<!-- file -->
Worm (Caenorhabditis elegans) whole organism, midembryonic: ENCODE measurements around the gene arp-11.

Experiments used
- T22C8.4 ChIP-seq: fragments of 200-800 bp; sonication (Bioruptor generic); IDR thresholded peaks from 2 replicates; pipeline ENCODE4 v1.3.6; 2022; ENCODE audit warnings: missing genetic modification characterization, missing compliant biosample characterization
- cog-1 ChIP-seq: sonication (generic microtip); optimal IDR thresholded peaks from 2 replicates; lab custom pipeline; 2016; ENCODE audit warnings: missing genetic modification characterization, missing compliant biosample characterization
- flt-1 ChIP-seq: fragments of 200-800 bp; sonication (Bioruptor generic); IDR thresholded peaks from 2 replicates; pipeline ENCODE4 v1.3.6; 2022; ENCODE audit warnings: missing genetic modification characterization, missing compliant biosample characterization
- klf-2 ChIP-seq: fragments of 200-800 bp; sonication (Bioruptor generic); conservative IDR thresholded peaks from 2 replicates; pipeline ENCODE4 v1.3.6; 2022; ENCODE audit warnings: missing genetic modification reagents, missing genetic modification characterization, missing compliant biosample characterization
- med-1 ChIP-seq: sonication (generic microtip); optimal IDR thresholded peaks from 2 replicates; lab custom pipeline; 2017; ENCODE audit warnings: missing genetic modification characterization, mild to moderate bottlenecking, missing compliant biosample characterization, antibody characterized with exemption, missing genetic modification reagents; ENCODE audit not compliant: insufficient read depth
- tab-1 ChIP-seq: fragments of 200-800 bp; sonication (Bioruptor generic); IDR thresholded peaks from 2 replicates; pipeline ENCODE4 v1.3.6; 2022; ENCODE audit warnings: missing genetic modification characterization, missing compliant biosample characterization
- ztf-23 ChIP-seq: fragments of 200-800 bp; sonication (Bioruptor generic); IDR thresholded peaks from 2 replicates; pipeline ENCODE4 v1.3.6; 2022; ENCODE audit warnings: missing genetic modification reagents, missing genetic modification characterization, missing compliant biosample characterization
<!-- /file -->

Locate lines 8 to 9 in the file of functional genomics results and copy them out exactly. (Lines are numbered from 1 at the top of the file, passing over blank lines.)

- tab-1 ChIP-seq: fragments of 200-800 bp; sonication (Bioruptor generic); IDR thresholded peaks from 2 replicates; pipeline ENCODE4 v1.3.6; 2022; ENCODE audit warnings: missing genetic modification characterization, missing compliant biosample characterization
- ztf-23 ChIP-seq: fragments of 200-800 bp; sonication (Bioruptor generic); IDR thresholded peaks from 2 replicates; pipeline ENCODE4 v1.3.6; 2022; ENCODE audit warnings: missing genetic modification reagents, missing genetic modification characterization, missing compliant biosample characterization